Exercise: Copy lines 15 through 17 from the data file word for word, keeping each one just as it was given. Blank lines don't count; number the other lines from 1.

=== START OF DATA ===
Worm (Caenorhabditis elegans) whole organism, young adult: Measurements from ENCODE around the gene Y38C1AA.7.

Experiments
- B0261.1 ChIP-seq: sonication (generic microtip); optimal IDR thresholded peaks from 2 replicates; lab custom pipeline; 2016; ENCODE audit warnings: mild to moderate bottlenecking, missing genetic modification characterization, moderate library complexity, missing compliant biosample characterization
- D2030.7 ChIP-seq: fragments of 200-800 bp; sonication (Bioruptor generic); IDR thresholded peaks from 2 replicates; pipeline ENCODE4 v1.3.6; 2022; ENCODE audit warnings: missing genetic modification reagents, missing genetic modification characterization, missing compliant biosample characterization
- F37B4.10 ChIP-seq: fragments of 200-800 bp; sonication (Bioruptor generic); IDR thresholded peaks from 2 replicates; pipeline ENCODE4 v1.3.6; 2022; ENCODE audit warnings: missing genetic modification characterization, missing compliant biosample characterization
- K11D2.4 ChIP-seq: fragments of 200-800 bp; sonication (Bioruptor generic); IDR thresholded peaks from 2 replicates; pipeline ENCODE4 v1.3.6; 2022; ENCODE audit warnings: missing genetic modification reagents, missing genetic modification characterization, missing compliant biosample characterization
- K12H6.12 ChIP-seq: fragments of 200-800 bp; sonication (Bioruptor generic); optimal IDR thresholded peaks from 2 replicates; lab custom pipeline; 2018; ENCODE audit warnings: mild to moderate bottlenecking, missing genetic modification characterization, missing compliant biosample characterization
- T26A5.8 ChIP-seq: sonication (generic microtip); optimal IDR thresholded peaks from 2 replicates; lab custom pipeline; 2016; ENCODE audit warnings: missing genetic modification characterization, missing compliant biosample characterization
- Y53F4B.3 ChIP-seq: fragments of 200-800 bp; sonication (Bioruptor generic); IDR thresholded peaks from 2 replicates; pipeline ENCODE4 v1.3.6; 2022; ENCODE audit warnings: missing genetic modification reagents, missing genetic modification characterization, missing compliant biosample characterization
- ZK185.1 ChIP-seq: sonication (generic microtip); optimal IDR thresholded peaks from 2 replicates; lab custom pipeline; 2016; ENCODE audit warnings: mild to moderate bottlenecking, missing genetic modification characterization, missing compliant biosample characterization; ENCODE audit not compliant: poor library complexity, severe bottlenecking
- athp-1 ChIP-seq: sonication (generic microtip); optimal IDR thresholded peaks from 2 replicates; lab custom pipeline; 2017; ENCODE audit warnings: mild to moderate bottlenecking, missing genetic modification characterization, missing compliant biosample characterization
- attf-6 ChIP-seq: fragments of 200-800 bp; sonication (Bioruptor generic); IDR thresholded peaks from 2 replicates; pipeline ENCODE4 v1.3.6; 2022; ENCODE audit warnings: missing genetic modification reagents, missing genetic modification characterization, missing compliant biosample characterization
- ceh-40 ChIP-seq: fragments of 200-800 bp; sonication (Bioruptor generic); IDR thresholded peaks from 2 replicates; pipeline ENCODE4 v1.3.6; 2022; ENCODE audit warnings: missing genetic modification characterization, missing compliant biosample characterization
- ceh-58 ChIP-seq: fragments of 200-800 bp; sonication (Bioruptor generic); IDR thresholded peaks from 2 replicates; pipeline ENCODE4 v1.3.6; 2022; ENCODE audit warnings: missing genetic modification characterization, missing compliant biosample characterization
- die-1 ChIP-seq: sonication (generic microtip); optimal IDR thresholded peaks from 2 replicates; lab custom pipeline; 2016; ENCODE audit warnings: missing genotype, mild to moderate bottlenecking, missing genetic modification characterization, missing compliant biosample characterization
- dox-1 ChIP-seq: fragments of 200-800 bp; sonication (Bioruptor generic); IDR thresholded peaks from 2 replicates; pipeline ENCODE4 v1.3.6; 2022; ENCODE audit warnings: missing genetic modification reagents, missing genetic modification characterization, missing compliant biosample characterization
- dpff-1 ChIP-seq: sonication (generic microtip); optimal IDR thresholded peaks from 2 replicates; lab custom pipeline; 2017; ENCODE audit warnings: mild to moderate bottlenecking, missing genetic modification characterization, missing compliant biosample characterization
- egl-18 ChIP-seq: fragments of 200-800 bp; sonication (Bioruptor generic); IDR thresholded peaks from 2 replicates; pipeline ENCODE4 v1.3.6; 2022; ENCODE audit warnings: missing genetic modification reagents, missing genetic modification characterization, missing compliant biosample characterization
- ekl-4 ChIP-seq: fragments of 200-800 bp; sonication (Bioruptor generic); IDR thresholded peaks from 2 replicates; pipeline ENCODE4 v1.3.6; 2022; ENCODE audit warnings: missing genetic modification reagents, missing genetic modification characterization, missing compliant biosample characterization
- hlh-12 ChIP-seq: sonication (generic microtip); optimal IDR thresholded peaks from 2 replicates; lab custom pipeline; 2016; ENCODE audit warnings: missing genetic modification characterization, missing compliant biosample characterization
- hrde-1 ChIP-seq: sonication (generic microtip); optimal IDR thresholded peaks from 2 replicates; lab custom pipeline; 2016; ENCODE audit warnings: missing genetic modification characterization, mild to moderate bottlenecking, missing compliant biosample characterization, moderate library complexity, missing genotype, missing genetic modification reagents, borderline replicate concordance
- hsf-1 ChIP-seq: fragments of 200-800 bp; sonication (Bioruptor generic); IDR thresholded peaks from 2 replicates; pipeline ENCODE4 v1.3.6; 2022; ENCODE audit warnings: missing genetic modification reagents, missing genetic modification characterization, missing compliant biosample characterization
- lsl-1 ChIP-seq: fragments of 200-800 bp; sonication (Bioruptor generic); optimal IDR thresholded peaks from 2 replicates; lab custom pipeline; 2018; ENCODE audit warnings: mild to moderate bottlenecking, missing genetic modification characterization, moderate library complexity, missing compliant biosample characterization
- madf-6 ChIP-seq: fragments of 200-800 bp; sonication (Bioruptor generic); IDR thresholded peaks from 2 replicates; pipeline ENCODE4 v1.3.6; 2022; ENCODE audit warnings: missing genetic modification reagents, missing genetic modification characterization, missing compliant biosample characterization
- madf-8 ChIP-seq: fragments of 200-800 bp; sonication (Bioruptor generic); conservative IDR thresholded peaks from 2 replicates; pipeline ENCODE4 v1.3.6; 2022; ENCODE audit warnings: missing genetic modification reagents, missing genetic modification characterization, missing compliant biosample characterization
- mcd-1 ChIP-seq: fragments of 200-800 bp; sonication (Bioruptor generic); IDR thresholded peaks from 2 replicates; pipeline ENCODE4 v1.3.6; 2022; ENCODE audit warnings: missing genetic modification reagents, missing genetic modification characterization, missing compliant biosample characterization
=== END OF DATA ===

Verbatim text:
- die-1 ChIP-seq: sonication (generic microtip); optimal IDR thresholded peaks from 2 replicates; lab custom pipeline; 2016; ENCODE audit warnings: missing genotype, mild to moderate bottlenecking, missing genetic modification characterization, missing compliant biosample characterization
- dox-1 ChIP-seq: fragments of 200-800 bp; sonication (Bioruptor generic); IDR thresholded peaks from 2 replicates; pipeline ENCODE4 v1.3.6; 2022; ENCODE audit warnings: missing genetic modification reagents, missing genetic modification characterization, missing compliant biosample characterization
- dpff-1 ChIP-seq: sonication (generic microtip); optimal IDR thresholded peaks from 2 replicates; lab custom pipeline; 2017; ENCODE audit warnings: mild to moderate bottlenecking, missing genetic modification characterization, missing compliant biosample characterization